Sunday, 29 June 2014

Naked Lies

When you're using digital tools to assist your writing process, you're not only getting grammar and spelling support, but you're also performing your writing process in a fishbowl.  It's amazing how many digital natives seem to be unaware of this.  When you create online you're creating in a radically transparent environment.  If you're going to do something less than honest, it'll show.

I had a series of plagiarism issues teaching elearning this semester.  In one case a student handed in the same thing copied off the internet in two different assignments.  Worst. Plagiarizer.  Ever.

Turnitin lights up copied text and links you to where
the material came from online, very handy.
The Ontario elearning system has built into it, so catching the plagiarism was a matter of opening the report, screen capturing it and sending it on to the student.  When it's that easy, it's not even particularly time consuming to call a student on copied text.  I often have students try to beat turnitin in order to show them how it works.  They leave with an appreciation of how easy it is for the teacher to wield and how hard it is for a student to beat.  It's easier to just write it yourself.

When I catch a plagiarizer I usually just show them the report without explanation and then see what they say.  I've gotten some funny responses to this, like the time the rural Ontario farm kid stole an essay from an honours student from India.  When I asked him what a 'chap' was, he said it, "was a kind of stick."  That's some quality plagiarism.  To most English teachers it's patently obvious when plagiarism occurs.  When a kid who appears to have a vocabulary mainly consisting of swear words suddenly starts dropping four syllable terms in picture perfect compound sentences, alarms go off.

Since we've gone to Google-docs it gets even more transparent.  A colleague told me about a student who handed in a suddenly perfect French paper.  She opened up the editing history and say that the boyfriend had logged in (under his own account) and edited the entire thing.  When called on it the student said she'd had to use his account because she couldn't get into her's... but she'd shared the file from hers.  It's hard to make lies stick when it's all out there.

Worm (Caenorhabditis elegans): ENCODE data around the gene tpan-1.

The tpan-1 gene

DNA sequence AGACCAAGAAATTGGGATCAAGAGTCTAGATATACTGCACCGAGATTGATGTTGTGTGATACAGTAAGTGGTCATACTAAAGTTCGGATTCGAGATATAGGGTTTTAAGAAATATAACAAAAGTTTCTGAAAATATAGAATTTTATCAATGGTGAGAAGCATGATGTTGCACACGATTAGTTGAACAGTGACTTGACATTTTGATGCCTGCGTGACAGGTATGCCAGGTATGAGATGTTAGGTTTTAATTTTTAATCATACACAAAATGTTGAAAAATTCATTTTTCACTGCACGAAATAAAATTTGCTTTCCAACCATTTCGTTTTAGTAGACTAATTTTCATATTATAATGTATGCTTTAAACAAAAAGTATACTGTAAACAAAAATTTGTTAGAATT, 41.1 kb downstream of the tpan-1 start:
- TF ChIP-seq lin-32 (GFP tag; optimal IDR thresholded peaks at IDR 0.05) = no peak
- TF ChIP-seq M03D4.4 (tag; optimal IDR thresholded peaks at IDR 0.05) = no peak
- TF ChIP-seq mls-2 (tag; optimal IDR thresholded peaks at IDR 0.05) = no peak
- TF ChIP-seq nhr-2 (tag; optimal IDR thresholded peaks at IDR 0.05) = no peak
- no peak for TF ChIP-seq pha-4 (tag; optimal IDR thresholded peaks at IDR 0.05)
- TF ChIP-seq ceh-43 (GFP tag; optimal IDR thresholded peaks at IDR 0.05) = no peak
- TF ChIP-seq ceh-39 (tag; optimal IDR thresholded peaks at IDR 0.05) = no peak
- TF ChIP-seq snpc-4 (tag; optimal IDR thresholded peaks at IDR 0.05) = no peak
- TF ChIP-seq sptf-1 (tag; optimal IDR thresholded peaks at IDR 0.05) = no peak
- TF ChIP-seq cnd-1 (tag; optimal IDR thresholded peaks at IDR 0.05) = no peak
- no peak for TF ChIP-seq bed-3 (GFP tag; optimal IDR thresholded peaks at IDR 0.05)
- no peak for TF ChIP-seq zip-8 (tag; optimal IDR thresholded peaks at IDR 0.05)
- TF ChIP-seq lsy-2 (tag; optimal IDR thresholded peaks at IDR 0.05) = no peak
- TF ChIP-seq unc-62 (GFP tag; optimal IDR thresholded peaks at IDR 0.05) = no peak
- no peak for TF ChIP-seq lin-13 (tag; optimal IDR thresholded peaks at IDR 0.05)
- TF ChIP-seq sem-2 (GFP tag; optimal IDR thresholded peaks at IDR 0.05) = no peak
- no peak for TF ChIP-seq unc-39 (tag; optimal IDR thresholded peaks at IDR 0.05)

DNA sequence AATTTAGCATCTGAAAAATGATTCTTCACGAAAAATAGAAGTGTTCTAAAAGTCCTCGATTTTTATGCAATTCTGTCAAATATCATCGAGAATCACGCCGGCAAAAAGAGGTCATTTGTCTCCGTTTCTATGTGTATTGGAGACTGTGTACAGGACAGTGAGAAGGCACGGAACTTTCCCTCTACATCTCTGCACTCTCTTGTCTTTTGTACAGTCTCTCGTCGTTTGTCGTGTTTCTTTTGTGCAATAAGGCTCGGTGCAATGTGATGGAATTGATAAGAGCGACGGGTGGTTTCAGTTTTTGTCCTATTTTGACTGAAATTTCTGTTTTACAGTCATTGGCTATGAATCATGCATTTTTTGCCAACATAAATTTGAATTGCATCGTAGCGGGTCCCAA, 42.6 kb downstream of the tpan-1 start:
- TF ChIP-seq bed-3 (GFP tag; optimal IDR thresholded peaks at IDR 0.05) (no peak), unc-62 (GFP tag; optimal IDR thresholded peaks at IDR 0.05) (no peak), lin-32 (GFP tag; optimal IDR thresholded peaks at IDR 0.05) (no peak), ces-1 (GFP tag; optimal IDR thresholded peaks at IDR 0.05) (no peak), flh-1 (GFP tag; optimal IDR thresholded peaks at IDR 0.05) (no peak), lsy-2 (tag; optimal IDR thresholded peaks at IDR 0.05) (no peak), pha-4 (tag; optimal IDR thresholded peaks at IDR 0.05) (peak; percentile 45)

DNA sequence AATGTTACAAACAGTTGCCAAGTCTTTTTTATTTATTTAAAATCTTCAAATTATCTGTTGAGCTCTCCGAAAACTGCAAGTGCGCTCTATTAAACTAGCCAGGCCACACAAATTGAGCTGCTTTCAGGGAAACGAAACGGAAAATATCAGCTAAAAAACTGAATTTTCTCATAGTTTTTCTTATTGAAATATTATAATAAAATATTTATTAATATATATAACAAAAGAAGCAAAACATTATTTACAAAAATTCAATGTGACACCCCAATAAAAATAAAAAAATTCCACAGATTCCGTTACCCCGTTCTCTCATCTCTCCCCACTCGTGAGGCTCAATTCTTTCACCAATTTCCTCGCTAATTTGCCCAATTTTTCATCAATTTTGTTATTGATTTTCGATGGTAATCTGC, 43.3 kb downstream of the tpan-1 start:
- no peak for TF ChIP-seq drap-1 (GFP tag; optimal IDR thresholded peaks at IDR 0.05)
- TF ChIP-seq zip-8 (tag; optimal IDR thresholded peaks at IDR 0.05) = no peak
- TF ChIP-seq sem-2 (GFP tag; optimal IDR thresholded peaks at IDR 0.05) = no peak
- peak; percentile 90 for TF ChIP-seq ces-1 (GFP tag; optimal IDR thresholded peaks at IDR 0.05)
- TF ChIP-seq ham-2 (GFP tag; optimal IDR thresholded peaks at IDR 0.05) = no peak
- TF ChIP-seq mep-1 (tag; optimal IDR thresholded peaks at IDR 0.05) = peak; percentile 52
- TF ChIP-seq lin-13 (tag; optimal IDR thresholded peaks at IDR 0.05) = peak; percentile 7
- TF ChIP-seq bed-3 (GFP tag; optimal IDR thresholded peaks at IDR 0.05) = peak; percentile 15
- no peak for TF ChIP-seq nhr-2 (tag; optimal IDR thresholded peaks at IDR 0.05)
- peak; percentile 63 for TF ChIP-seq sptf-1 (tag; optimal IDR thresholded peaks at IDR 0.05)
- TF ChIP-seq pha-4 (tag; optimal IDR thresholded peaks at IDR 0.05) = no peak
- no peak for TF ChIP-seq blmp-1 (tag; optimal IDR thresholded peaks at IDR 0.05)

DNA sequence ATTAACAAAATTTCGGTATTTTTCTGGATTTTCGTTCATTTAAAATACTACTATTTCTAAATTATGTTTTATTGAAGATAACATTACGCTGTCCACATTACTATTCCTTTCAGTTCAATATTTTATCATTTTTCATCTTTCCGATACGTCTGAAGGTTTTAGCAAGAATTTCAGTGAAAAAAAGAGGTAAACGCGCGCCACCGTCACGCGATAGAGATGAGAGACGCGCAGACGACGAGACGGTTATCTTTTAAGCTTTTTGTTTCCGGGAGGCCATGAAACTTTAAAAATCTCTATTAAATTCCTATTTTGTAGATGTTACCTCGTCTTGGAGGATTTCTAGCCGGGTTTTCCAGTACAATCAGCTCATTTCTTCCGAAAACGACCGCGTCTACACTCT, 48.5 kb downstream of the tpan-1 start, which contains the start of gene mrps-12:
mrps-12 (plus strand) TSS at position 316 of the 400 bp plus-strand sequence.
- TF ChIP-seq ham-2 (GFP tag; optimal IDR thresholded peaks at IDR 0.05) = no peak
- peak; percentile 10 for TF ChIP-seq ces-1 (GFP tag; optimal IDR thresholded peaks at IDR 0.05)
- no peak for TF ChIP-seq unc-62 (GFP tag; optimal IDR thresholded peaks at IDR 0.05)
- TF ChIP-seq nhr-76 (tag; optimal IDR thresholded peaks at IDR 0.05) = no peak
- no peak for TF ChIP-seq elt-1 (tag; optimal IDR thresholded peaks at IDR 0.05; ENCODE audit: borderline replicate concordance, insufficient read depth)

Until students realize just how transparent working online is, they are labouring under a huge misconception.  That misunderstanding is based on the false sense of anonymity they feel when they are online.  Because they feel that eyes are off them, they are more likely to push moral boundaries, but they don't understand that digital processes are documenting their every move.

Here is yet another example of how 'digital natives' fail to grasp the basic concepts that drive digital processes.  We shouldn't be smitten with familiarity, we should be advocating for understanding... at least if we're still trying to educate people (which may not be the case).  From that neo-lib point of view, the digital native is one of those magical assumptions that integrate digital technology into the very biology of our students, it becomes a fundamental truth we base learning on, but it's just a convenient assumption that frees us from taking on the responsibility of understanding it ourselves.

Someone shared The Brave New World of 21st Century Teaching the other day in our teacher Facebook group.  I responded:

The subtext of 21st Century skills is the de-branding of educators as teachers and the re-branding of educators as facilitators. Edtech could be used to enhance pedagogy and individualize learning, instead it will be used to Walmart education into a process overseen by centralized administration and bereft of teachers, and it has the convenience of being much more 'efficient' (read: cheaper) than our current system.  It's also more controlable than trying to manage a bunch of professionals bent on something as airy fairy as pedagogy.

Technology doesn't appear to be moving the needle on student success, yet we're pushing into 21st century skills as though they will resolve all ills.  I'm a strong advocate of mastering technology, but integrating it in ignorance is a disaster in the making.  It caters to exactly the kind of blind faith in technocratic neo liberalism that is infecting everything else.  When we adopt machines in ignorance we let their limitations become our limitations.  Those machines are all created and owned by very politically motivated interests.

For someone who has always been involved in the advancement of educational technology, it's heart-breaking to see it implemented as a means of diminishing the teaching profession and placing human learning in the context of a software environment.  I'd always thought pedagogy would drive educational adoption of technology, but as in the rest of society, there is something much more sinister at work in digitization.

The constant downward pressure on freedom of information and the push to striate and own data (including the data users willingly give) points toward a dystopian and authoritarian end to our digital frontier.  The very processes that monitor plagiarism above can as easily be used to invade privacy, grossly simplify learning and itemize people for political reasons, and they are.

I'm glad it's summer.  Time to put this down for a while before we walk straight into another round of manufactured austerity and digital marketing.  I wonder how much longer education can withstand these social forces.